With great power, as they say in Spider-Man, comes great responsibility. Sony knows a thing or two about power. One of the brilliant things about PlayStation is that the people behind it acknowledge the power that games have. They are capable of taking games seriously. It sometimes seems, however, that they are struggling to do games justice when showing them off en masse. I guess everyone is, really. As the material games choose to work from gets broader, it gets harder to pile them all together at a press conference. Sony had many brilliant-looking games at its Paris Games Week press event yesterday, but my main takeaway, I think, is that events like this are no longer a particularly good way to showcase modern games in the first place.
Spider-Man was there, as it happens. Did you spot him? A minute or so of glorious four-colour action that landed just before a blast of domestic abuse. "Wooh, anybody else need a breather?" asked Peter Parker as his moment in the spotlight drew to a close. No breather was forthcoming. With no obvious warning, save the mournful strings that broadcast serious artistic intent, we were off to Detroit where David Cage's latest - not satisfied, right, with exploring the wholly untapped subject of what makes us truly human - has decided to clomp about inside the theme of child abuse.
One of the weird things you have to get your brain to accept in modern video games is that there is violence, and then there is violence. I am still getting my head around this, and I doubt I'm alone. For now, though, I think the reason Detroit's showing brought PlayStation's showcase to a halt so suddenly is that this is violence that is meant to shock and disturb. It is meant to ruin your day and make you think about the injustices of the world. Will David Cage pull any of that off with any success? I have my suspicions on this front, but that's not the point right now. The point is that he needs context for his game to do its job, otherwise the whole thing can't help but feel gratuitous. What he definitely doesn't need is an on-ramp that involves web-slinging, Far Cry 5's stunt planes and the tumbling, sparking delights of the candy-coloured racers of Onrush.
And this wasn't the last grinding of gears. Onwards, past God of War, past Horizon: Zero Dawn and past Shadow of the Colossus, each of which, on its own, would presumably have had a glorious impact, we get The Last of Us 2, present in the form of a cut-scene that begins with an attempted lynching and then features a sequence with a hammer that was clearly inspired by the famous bit in Misery. But how long does Misery have to build up to its equivalent moment? How much of its power, of its meaning, resides in the slow burn that lead to it? I have no doubt that in the finished game The Last of Us 2 will take similar pains to contextualise its horrors, but the context of a showcase is not the context of a 10-hour, 18-rated narrative game. It is the context of a gumball machine, where you spin the dial and you don't know what bizarre treat is coming your way next.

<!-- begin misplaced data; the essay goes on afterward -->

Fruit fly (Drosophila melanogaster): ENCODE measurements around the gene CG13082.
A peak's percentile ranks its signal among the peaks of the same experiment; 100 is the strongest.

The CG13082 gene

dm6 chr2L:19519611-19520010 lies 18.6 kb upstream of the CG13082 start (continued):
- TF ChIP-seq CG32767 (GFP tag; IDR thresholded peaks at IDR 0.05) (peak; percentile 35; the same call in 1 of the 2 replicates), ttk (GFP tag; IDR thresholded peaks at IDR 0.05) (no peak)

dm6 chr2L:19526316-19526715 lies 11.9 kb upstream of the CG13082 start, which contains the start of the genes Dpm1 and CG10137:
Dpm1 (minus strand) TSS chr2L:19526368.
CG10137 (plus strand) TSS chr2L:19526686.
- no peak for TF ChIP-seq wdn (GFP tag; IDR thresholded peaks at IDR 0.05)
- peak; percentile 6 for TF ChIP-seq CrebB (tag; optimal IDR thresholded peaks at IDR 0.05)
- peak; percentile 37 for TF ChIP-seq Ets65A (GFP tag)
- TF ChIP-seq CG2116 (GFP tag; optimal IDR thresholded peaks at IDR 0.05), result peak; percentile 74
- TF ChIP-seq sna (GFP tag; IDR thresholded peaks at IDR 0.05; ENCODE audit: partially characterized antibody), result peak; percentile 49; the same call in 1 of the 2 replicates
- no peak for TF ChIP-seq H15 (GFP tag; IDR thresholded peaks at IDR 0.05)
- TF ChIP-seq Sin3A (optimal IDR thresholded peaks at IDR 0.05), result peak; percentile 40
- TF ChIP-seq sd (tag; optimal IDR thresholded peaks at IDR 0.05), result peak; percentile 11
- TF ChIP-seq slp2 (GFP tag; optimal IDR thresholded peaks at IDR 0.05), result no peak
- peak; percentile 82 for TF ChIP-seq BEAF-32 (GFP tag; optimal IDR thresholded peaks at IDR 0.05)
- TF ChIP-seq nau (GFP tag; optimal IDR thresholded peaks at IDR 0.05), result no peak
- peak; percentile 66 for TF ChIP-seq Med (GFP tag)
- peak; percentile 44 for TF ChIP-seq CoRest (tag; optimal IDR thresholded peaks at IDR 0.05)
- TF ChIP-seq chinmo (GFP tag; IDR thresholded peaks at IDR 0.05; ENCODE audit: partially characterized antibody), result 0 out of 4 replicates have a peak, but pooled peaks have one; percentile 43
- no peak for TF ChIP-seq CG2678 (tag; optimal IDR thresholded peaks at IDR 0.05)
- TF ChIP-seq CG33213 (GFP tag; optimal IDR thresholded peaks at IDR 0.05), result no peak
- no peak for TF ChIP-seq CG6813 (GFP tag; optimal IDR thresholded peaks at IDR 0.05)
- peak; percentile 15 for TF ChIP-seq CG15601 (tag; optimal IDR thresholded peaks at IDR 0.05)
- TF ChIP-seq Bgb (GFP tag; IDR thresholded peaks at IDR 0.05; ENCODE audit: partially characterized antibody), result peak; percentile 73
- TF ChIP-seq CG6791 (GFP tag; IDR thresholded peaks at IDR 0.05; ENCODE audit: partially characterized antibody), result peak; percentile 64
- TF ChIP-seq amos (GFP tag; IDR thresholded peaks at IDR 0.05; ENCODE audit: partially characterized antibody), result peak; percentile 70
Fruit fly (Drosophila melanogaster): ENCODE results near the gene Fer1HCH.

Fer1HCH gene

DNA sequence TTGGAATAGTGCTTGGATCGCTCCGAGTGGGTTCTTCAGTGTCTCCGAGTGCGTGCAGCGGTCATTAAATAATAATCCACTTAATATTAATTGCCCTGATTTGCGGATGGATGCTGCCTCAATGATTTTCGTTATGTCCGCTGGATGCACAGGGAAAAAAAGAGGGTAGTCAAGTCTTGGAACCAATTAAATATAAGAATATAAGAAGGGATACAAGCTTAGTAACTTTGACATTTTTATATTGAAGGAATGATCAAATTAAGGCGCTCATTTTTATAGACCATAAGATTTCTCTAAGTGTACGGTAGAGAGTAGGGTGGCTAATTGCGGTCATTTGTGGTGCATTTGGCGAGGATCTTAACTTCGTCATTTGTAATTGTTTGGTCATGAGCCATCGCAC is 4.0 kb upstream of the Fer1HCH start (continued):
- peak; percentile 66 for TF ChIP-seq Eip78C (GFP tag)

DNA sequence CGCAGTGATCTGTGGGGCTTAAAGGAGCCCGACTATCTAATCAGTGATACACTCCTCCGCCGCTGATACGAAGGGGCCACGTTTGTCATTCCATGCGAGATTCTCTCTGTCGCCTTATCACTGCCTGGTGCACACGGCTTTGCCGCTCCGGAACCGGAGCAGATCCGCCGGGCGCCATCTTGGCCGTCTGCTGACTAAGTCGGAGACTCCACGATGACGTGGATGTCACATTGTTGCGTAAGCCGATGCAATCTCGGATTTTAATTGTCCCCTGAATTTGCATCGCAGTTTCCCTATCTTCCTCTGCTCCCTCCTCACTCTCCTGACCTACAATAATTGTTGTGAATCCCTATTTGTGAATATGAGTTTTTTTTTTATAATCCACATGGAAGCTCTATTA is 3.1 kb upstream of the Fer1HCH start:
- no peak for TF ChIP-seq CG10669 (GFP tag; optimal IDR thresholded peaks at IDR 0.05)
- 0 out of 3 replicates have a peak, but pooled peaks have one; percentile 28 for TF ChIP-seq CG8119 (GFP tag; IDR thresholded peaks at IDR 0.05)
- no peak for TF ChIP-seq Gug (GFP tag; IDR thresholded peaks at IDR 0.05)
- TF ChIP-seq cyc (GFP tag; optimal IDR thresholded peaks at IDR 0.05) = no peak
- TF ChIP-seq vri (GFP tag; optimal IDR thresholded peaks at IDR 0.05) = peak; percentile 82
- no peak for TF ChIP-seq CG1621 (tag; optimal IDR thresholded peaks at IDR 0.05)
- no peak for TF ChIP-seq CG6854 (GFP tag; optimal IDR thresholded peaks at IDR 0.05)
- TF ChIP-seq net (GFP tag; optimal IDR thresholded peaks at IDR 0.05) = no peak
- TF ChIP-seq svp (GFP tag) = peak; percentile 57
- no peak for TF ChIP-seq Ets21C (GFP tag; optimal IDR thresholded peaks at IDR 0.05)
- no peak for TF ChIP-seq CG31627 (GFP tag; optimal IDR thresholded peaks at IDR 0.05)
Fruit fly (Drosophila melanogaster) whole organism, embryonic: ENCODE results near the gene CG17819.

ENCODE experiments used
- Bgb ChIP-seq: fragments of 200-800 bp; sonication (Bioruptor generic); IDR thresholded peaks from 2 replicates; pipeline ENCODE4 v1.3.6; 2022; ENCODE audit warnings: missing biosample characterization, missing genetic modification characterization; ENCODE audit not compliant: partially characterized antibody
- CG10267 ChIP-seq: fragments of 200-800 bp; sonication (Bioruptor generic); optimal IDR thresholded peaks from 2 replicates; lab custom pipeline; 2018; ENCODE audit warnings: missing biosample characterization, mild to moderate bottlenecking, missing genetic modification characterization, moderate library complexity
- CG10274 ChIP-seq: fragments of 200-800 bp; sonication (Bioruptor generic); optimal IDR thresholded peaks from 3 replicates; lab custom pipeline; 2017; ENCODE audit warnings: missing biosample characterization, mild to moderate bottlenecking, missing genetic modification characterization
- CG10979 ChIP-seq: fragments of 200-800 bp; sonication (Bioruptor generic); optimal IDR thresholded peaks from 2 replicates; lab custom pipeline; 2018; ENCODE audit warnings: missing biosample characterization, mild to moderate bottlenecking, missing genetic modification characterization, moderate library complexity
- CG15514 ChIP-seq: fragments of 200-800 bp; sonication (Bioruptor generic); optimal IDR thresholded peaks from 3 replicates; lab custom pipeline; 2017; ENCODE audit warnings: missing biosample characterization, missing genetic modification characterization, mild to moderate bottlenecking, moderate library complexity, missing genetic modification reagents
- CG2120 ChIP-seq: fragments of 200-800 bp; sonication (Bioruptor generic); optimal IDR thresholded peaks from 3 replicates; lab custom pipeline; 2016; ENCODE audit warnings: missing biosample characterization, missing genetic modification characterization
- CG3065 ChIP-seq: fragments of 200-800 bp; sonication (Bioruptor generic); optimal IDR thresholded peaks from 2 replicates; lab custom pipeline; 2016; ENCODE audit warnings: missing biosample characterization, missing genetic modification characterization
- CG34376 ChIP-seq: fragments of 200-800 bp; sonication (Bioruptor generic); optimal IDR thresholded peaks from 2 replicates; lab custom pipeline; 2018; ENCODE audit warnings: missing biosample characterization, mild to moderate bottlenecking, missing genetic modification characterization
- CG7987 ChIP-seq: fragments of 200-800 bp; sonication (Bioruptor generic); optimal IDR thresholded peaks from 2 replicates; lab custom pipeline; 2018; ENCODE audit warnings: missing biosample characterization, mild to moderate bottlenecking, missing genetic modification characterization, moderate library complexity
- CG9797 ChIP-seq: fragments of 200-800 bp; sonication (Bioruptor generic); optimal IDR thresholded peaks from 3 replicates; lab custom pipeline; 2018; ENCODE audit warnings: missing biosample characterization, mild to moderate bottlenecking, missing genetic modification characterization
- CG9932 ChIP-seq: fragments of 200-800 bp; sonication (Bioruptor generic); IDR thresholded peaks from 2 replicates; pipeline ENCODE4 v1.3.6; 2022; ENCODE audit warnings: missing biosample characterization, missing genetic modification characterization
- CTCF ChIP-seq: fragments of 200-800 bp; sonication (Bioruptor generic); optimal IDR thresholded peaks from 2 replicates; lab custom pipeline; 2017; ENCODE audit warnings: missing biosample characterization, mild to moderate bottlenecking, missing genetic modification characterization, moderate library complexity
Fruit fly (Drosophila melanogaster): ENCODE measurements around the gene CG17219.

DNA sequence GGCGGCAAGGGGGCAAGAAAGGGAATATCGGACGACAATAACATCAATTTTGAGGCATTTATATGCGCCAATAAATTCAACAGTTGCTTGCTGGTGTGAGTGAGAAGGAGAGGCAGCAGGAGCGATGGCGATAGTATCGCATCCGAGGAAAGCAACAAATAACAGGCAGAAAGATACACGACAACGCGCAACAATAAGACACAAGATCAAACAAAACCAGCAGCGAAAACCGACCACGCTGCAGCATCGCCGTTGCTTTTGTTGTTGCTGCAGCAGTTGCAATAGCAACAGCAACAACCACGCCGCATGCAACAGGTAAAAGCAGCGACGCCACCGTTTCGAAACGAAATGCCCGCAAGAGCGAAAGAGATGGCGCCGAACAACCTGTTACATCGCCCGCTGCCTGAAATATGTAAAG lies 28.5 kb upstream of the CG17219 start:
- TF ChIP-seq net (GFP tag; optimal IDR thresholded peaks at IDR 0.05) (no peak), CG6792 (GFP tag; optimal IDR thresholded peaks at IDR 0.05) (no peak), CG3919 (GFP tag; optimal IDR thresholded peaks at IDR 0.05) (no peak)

Except somebody did know. Somebody put together this show that people are meant to be able to watch without getting emotional whiplash. Somebody thought you could put Concrete Genie - a game which seems to tell a tale of the power of creativity itself as a bullied outcast fills an urban environment with glittering graffitied landscapes and glorious monsters - into the same hour that features a father marching his daughter upstairs to beat her.
This is what happens when you group games together with no more organising principle than the machine they are coming out on. Games are many different things now, which is wonderful, but it means that if you cludge them all into a tight space like this you are doing a disservice to the people who make them and to the people who play them. If I made Spider-Man, I wouldn't want the palate cleanser of Detroit, and if I made Detroit, I wouldn't want to have Spider-Man as my cheerful lead-in. Many of the games Sony showed yesterday look brilliant - reaching and ambitious and exciting and even powerful. But I don't know who you have to be to be able to sit through a presentation like that, and I can't really see who benefits from it.